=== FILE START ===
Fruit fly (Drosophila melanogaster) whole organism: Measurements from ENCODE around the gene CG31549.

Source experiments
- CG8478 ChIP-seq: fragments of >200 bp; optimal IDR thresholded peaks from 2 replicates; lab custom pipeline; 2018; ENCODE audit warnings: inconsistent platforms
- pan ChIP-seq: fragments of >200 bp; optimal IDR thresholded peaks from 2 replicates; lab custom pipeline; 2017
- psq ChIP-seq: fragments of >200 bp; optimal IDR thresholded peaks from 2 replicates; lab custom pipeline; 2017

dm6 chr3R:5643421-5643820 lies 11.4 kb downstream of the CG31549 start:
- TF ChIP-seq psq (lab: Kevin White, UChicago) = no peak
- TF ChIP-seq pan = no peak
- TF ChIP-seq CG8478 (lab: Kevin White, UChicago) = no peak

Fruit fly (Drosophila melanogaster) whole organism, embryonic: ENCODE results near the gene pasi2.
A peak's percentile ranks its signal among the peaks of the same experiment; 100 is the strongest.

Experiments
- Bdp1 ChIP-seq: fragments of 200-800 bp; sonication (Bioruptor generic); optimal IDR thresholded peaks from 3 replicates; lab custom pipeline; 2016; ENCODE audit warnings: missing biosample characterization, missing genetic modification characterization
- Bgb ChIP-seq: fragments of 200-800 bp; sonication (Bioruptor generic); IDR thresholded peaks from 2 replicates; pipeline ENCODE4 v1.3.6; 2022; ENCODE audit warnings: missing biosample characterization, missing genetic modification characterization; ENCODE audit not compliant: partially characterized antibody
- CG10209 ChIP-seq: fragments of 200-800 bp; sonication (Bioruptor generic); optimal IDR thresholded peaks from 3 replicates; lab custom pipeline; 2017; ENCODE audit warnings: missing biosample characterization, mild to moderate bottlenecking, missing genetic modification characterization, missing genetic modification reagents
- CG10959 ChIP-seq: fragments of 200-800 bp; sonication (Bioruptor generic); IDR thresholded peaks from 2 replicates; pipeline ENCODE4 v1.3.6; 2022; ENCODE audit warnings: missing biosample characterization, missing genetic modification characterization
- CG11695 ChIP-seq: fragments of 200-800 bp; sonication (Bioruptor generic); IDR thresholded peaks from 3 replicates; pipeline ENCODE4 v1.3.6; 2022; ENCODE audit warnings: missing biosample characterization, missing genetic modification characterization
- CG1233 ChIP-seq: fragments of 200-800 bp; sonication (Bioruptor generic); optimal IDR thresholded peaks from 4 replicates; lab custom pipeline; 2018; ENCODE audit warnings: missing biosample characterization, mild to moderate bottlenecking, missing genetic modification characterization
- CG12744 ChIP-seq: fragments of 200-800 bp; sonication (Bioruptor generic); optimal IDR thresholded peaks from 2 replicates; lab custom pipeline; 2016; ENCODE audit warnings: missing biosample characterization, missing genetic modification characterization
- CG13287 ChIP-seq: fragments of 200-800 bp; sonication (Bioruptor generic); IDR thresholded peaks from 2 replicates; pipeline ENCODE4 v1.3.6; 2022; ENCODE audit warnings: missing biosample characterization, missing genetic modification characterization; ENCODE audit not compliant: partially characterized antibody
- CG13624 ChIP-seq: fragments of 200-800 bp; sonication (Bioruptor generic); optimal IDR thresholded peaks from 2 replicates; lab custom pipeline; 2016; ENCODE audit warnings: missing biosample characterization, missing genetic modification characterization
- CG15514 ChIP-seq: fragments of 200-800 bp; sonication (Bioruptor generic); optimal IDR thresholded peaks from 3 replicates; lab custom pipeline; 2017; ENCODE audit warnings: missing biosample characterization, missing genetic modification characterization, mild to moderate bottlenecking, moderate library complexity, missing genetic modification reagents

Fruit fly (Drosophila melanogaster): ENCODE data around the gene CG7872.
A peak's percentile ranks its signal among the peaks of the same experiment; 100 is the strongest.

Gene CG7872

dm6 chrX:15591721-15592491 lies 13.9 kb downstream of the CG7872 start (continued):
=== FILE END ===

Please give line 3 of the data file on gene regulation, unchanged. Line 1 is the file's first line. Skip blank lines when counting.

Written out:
- CG8478 ChIP-seq: fragments of >200 bp; optimal IDR thresholded peaks from 2 replicates; lab custom pipeline; 2018; ENCODE audit warnings: inconsistent platforms